Of course, many of the new expats coming to Panama don’t want to live in the bustling capital. One of the most popular retiree destinations in the world is the green and serene mountain haven of Boquete, in Western Panama. Its quiet, cottage-lined lanes and breathtaking vistas make for quite a change after the city’s loud traffic and gleaming skyscrapers. In fact, many are surprised to find homes reminiscent of Swiss chalets, with steeply pitched rooflines despite the obvious lack of snowy weather.
“In the 1900s, settlers arrived here from as far afield as Sweden, Germany, the former Yugoslavia, and, yes, Switzerland. Hence the architecture. And many of them still have descendants in and around the Boquete Highlands, as evidenced by prominent local names like Janson. The Janson family farm produces my favorite Panamanian coffee, I highly recommend sampling it.
“In a few months I’ll be moving to another popular expat destination, the growing beach hub of Coronado. Just an hour’s drive from Panama City, Coronado has a unique history. Unlike Panama’s colonial towns, Coronado was developed privately.”
The tale goes that in 1894, a young man named Gustave Eisenmann traveled from Louisiana to Panama to work for his uncle. Intrigued by rumors that the government planned to develop the coastal region outside Panama City, Gustave convinced a friend from Panama’s Eleta family to partner with him. Together, they purchased the land that would eventually be known as Coronado.
“If only Gustave could see it now, its many meandering lanes filled with homes that range from attractive little cottages to sprawling family estates. I chose one of the few apartment buildings, where I’ll have a bit of added security and access to amenities like a gym and several pools. I’ll also have views of the mountain known as Cerro Campana, the Pacific Ocean, and a Nicklaus-designed golf course that has attracted many Panamanians and expats alike.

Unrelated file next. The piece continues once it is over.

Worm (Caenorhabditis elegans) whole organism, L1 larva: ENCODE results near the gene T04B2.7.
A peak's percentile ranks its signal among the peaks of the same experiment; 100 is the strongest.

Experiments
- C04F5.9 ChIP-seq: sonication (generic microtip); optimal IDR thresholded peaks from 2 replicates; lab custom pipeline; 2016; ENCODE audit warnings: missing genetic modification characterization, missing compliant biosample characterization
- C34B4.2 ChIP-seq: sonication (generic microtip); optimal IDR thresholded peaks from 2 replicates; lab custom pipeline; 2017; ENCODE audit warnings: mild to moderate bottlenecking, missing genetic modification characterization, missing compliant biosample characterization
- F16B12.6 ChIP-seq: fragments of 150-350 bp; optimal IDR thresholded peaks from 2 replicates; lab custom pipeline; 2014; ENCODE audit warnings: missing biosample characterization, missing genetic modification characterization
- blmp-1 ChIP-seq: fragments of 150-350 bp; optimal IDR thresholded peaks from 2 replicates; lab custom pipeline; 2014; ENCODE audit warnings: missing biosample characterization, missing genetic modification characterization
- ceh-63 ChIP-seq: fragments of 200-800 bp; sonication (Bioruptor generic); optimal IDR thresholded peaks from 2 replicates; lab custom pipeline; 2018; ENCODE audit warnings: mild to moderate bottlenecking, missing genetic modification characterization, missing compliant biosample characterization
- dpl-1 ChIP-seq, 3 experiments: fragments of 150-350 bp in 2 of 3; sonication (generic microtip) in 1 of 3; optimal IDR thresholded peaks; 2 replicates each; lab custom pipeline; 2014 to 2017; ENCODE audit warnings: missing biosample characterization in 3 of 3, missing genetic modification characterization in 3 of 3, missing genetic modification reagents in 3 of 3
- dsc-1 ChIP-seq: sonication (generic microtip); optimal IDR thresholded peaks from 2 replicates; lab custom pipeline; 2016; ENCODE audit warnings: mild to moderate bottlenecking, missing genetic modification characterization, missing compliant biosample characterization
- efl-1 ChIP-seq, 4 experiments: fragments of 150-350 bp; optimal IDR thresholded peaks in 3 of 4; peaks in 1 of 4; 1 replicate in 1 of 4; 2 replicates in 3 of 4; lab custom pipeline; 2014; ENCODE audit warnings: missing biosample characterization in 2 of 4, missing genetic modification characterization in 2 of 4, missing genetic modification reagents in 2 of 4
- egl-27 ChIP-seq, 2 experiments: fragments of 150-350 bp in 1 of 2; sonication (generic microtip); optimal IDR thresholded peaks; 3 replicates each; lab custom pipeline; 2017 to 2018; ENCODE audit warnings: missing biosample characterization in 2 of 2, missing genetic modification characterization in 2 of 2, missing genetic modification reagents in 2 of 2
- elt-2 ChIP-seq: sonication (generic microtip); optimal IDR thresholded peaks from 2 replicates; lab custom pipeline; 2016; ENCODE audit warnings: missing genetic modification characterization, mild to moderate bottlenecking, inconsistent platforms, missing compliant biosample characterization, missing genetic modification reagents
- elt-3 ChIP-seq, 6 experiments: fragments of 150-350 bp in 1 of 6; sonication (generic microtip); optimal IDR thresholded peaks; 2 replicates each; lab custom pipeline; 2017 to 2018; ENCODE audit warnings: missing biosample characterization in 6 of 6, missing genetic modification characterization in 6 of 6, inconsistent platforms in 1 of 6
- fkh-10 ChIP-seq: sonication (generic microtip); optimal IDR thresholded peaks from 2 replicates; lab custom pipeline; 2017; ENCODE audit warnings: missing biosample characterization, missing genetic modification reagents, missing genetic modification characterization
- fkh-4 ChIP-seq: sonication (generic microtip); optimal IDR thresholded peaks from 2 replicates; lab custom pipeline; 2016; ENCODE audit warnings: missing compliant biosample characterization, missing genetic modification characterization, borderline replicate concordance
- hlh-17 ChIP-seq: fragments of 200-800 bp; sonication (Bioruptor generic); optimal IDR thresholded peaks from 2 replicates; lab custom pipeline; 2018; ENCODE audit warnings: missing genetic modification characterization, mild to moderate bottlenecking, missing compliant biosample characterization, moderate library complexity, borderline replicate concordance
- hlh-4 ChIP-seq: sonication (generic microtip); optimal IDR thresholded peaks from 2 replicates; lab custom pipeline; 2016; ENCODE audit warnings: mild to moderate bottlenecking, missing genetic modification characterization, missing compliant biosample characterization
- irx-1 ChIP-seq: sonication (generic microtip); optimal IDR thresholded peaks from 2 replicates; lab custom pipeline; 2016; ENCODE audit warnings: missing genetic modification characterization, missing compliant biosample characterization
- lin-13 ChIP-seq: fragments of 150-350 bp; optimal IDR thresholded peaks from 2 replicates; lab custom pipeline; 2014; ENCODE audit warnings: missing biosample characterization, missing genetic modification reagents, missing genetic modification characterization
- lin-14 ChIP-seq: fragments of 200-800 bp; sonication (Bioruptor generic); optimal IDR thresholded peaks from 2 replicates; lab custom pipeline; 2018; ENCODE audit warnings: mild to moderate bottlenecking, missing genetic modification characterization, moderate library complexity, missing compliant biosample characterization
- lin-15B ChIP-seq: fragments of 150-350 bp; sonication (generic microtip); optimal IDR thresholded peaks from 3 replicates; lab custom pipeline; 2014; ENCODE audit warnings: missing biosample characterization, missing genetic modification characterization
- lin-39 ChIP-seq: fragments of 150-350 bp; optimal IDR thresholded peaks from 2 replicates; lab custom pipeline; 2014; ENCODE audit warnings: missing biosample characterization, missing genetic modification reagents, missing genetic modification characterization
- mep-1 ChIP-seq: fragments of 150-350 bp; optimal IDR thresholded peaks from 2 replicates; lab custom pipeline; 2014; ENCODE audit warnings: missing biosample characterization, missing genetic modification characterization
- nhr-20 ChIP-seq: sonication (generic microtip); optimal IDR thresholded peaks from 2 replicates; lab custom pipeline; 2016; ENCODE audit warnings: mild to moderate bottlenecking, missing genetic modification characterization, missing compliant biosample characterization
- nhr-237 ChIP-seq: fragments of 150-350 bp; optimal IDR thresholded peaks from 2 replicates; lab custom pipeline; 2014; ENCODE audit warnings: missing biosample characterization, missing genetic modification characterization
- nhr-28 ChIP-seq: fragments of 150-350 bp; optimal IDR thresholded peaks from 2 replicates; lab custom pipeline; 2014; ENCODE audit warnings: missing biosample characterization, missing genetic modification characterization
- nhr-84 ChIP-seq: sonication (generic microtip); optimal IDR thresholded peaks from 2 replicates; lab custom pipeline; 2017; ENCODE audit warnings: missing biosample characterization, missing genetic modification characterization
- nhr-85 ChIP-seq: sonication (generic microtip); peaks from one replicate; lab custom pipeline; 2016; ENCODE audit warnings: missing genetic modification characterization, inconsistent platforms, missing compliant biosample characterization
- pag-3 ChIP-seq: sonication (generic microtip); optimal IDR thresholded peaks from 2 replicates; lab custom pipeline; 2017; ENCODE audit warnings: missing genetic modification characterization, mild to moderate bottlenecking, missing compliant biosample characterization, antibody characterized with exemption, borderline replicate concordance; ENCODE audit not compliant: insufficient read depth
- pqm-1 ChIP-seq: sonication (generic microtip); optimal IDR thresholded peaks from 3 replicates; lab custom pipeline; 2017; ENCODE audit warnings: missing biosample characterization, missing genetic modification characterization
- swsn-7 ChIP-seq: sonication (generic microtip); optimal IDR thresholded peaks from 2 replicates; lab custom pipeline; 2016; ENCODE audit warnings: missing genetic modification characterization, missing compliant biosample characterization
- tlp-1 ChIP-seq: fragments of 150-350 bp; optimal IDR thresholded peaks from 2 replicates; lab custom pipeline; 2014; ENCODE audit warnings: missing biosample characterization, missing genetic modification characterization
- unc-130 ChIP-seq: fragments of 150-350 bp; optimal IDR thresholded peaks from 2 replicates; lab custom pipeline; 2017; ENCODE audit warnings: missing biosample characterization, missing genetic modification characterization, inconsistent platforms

“During my last visit, I drove around, showing my cousin around town. We passed a woman walking with her child and a couple in a golf cart. I waved, as is the custom in Coronado, and everyone cheerfully waved back.
“Were they expats or locals? Who knows…it’s impossible to tell until you talk to people and ask them where they’re from.
“No matter. The one thing I do know is that I’m going to fit in just fine.”
Friday night, St. Julian’s, a seaside enclave in the middle of Malta’s bustling metropolitan zone. What to do? Well, turns out pretty much anything you can imagine.
For a country this small (the entire island is about the size of Memphis), there’s quite the smorgasbord of possibilities. Entertainment abounds, and fitting in here—an English-speaking country where expats comprise 20% of the population of 500,000—is easy.